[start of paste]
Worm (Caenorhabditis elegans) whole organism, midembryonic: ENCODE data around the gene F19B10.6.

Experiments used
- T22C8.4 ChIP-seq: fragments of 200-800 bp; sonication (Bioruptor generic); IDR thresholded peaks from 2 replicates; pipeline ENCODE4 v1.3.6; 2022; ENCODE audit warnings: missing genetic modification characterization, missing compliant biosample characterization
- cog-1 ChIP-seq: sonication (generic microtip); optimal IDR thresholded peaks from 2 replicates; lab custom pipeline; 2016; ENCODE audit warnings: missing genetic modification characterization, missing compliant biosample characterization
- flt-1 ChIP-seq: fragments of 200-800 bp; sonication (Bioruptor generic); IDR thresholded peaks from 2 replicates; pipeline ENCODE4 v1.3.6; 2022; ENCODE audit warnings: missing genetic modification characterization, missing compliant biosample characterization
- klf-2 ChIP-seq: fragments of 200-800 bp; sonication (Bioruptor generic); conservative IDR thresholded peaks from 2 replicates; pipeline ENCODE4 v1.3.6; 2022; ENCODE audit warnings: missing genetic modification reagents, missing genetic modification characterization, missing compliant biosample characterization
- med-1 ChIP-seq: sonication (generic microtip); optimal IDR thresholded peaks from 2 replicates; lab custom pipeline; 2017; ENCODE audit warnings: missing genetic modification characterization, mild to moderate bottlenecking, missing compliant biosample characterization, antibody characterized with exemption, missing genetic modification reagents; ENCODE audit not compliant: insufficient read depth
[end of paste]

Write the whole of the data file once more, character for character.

Worm (Caenorhabditis elegans) whole organism, midembryonic: ENCODE data around the gene F19B10.6.

Experiments used
- T22C8.4 ChIP-seq: fragments of 200-800 bp; sonication (Bioruptor generic); IDR thresholded peaks from 2 replicates; pipeline ENCODE4 v1.3.6; 2022; ENCODE audit warnings: missing genetic modification characterization, missing compliant biosample characterization
- cog-1 ChIP-seq: sonication (generic microtip); optimal IDR thresholded peaks from 2 replicates; lab custom pipeline; 2016; ENCODE audit warnings: missing genetic modification characterization, missing compliant biosample characterization
- flt-1 ChIP-seq: fragments of 200-800 bp; sonication (Bioruptor generic); IDR thresholded peaks from 2 replicates; pipeline ENCODE4 v1.3.6; 2022; ENCODE audit warnings: missing genetic modification characterization, missing compliant biosample characterization
- klf-2 ChIP-seq: fragments of 200-800 bp; sonication (Bioruptor generic); conservative IDR thresholded peaks from 2 replicates; pipeline ENCODE4 v1.3.6; 2022; ENCODE audit warnings: missing genetic modification reagents, missing genetic modification characterization, missing compliant biosample characterization
- med-1 ChIP-seq: sonication (generic microtip); optimal IDR thresholded peaks from 2 replicates; lab custom pipeline; 2017; ENCODE audit warnings: missing genetic modification characterization, mild to moderate bottlenecking, missing compliant biosample characterization, antibody characterized with exemption, missing genetic modification reagents; ENCODE audit not compliant: insufficient read depth